How To Support Someone Who’s Grieving During The Holidays

by Rania Combs

old holding handA friend of mine who volunteers for hospice wondered out loud a couple of weeks ago: “Why is it that more people die around the holidays?”

“Really?”  I asked. “Is there actually data to support that?”

Turns out, there is. A group of sociologists analyzed death certificates between 1979 and 2004 and determined that deaths do actually increase around Thanksgiving, Christmas and New Year.

The holidays are a time where we are all expected to be thankful, joyful and celebrating. Yet for so many, including the family of a friend who died last week, the holidays can also a time of profound sadness and mourning.

Whether a loved one dies during the holidays or at another time of year, their loss becomes more poignant on occasions like Thanksgiving, Christmas and New Year.

If someone you know is grieving this holiday season, the National Hospice and Palliative Care Organization offers the following helpful tips:

  1. Be supportive of the way the person chooses to handle the holidays. Some may wish to follow traditions; others may choose to avoid customs of the past and do something new. It’s okay to do things differently.
  2. Offer to help the person with decorating or holiday baking. Both tasks can be overwhelming for someone who is grieving.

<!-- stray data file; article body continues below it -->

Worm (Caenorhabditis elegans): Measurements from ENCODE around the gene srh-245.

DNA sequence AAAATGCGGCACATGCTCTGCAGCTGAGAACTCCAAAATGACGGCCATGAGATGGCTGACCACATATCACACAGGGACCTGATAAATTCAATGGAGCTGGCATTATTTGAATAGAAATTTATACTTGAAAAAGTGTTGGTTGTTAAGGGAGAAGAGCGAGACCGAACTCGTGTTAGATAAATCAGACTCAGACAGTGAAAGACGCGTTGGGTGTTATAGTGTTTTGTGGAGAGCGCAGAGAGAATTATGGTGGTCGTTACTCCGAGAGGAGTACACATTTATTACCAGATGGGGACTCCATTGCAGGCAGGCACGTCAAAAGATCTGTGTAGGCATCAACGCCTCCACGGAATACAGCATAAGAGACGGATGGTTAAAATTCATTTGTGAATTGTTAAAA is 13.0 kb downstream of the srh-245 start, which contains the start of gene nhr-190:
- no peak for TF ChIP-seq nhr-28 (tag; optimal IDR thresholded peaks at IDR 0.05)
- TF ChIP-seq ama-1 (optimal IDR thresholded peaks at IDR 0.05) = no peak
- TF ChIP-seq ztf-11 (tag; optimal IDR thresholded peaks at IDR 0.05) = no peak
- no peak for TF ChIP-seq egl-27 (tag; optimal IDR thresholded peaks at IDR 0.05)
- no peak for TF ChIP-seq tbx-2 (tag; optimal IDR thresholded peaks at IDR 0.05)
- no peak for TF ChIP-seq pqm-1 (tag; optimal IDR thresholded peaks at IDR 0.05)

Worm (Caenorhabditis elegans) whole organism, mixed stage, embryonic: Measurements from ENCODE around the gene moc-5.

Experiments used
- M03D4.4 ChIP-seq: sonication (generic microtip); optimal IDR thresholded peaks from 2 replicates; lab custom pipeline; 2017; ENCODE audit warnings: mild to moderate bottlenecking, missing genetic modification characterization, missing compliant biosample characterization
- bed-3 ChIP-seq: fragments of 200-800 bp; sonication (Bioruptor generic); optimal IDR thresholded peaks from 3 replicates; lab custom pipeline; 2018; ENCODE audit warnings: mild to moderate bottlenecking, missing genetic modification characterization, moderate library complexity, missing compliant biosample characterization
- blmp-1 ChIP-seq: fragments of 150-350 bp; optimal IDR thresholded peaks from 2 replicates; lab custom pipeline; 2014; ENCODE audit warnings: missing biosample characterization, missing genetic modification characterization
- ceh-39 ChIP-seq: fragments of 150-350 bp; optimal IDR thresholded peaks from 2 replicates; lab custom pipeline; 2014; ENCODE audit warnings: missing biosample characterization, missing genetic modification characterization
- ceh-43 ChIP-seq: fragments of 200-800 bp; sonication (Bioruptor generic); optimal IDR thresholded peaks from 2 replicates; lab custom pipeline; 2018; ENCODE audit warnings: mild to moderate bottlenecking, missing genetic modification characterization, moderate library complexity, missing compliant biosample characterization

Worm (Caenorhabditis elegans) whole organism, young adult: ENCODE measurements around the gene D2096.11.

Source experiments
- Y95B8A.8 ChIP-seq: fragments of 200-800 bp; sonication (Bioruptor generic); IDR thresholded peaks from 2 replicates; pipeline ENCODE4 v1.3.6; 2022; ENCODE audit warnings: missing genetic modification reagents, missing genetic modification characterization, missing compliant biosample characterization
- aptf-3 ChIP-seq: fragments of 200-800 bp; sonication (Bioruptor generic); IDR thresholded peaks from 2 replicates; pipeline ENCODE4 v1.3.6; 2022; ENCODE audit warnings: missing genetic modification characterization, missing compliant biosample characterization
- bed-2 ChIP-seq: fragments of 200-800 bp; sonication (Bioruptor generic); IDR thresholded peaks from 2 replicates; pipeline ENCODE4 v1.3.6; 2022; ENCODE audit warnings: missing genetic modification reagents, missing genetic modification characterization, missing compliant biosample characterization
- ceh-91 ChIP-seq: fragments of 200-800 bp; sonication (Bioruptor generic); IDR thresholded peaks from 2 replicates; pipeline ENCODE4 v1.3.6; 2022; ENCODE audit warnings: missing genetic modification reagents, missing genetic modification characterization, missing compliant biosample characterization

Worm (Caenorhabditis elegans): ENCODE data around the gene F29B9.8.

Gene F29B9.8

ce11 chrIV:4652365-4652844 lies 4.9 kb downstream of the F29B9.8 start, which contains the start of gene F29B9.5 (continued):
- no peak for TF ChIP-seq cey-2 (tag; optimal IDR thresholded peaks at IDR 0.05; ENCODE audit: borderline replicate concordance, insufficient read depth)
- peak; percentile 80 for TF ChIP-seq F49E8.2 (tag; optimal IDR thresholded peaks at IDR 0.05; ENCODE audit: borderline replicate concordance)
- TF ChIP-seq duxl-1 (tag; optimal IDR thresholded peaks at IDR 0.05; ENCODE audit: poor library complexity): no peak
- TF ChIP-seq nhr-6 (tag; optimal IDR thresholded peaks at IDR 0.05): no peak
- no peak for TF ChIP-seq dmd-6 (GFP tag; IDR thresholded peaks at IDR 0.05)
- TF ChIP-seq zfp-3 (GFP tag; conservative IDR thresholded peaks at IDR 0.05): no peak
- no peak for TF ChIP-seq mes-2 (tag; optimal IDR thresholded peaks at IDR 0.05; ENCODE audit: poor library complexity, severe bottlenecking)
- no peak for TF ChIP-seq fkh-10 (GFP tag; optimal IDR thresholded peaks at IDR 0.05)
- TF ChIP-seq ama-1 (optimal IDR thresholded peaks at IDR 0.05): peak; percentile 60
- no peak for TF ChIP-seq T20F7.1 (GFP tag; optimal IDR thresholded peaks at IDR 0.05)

3. Offer to help with holiday shopping. Share catalogs or online shopping sites that may be helpful.
  4. Invite the person to join you or your family during the holidays. You might invite them to join you for a religious service or at a holiday meal where they are a guest.
  5. Ask the person if he or she is interested in volunteering with you during the holidays. Doing something for someone else, such as helping at a soup kitchen or working with children, may help your loved one feel better about the holidays.
  6. Never tell someone that he or she should be “over it.”  Instead, give the person hope that, eventually, he or she will enjoy the holidays again.
  7. Be willing to listen.  Active listening from friends and family is an important step to helping some cope with grief and heal.
  8. Remind the person you are thinking of him or her and the loved one who died. Cards, phone calls and visits are great ways to stay in touch.

Essentially, be a good friend.

About Rania

Rania graduated magna cum laude from South Texas College of Law Houston and is the founder of Rania Combs Law, PLLC. She has been licensed to practice law since 1994 and enjoys helping clients in Texas and North Carolina create estate plans that give them peace of mind.

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